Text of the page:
Similarly, the interest graph models could be initially trained based on massive global data sets on a powerful central computer and then made available for each individual to download and run locally. The models would then expand as they learn about specific people's habits and interests while using them.
With such a setup, the attention maximization dilemma could be solved as each person would get their own Digital Personal Curator (DPC). A curator that would have their best interests in "mind." and not be controlled by a major corporation.
The DPC would tone down the overflow of information to the optimal level by considering our objectives, available time, and, most importantly, our well-being.
What would such a system look like?
The Digital Personal Curator could be an AI web browser that acts as a filtering layer between users and the current platforms. It would connect to a locally stored interest graph owned by each individual and then show an automatically generated daily page with only the right dose of content from the various sources that should get our attention. It would also consider our goals, priorities and what’s already on our daily calendars.
Furthermore, the DPC could solve, for example, the challenge of the eight hours podcast mentioned earlier by automatically summarizing it into multiple short versions. Consumers could choose between a fifteen-minute summary and a one hour condensed version depending on the desired level of depth and available time. We have already started seeing language summarization AI models emerge with promising early results, and the rate of improvement will likely be exponential.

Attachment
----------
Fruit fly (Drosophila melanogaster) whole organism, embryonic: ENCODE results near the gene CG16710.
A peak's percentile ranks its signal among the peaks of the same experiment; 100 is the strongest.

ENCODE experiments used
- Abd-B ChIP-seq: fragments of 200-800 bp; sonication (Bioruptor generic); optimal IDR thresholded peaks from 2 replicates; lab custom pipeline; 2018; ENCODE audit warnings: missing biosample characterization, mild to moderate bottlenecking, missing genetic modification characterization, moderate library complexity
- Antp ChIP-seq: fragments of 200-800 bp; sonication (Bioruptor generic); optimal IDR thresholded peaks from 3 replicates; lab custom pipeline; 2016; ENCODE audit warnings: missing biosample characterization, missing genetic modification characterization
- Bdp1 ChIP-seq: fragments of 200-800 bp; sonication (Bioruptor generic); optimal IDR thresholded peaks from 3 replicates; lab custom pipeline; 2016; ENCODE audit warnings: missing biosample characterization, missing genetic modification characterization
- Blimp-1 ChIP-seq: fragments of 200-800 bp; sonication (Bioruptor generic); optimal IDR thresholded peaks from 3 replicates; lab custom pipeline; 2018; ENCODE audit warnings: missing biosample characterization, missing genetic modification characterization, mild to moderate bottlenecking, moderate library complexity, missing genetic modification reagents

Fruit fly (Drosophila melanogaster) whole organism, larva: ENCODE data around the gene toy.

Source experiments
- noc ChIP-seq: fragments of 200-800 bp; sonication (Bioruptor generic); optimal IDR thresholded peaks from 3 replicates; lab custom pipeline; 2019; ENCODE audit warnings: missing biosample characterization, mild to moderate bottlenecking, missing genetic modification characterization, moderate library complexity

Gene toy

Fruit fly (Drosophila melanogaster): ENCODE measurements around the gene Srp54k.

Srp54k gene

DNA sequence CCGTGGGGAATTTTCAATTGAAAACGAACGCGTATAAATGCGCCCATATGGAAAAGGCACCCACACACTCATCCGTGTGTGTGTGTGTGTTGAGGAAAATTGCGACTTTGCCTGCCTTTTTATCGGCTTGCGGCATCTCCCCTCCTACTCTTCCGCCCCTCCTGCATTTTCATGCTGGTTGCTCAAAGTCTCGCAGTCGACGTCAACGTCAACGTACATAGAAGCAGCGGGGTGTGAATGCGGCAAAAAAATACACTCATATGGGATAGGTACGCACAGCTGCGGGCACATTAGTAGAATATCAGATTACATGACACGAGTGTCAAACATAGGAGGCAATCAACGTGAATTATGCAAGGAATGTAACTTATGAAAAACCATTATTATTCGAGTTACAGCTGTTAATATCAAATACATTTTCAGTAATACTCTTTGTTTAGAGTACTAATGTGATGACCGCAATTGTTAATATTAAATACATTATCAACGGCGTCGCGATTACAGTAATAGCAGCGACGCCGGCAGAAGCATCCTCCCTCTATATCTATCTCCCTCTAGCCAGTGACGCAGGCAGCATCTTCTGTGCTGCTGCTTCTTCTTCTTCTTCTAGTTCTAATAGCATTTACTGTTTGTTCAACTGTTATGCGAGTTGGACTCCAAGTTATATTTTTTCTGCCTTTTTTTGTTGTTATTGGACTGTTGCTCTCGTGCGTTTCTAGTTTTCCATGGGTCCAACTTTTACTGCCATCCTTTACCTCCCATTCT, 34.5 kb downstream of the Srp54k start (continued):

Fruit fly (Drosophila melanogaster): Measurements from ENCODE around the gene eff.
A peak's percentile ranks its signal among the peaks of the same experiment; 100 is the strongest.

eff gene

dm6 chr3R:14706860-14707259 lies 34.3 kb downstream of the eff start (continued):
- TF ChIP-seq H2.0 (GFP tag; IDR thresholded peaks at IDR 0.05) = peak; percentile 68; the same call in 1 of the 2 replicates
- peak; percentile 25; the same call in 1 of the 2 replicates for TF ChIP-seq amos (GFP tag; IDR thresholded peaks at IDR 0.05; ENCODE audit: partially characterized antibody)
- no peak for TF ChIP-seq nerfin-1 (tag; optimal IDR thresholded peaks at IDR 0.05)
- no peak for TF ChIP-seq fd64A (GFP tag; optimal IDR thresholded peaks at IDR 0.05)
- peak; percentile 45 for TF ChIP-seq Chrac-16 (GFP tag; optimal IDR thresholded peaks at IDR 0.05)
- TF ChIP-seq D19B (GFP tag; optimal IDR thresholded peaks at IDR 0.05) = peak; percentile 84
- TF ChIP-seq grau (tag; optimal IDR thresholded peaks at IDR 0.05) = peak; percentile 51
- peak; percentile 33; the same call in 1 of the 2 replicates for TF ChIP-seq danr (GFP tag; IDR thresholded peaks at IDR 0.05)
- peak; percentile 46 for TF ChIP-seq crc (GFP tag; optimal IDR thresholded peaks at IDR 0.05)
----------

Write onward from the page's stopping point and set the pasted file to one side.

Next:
Even with all the challenges of the current world of abundance, it is still a much better world than a world of scarcity. We have to navigate the present phase the best way we can. The short-term answer could be narrowing our choices by adopting a minimalist approach. It would require self-discipline, but possible through repetition and consistency.
Once the locally run AI curation technology matures to the optimal level, we can enjoy the benefits of abundance while being shielded from its side effects. Those benefits include better quality of life, more time for meaningful activities, and less fear of missing out.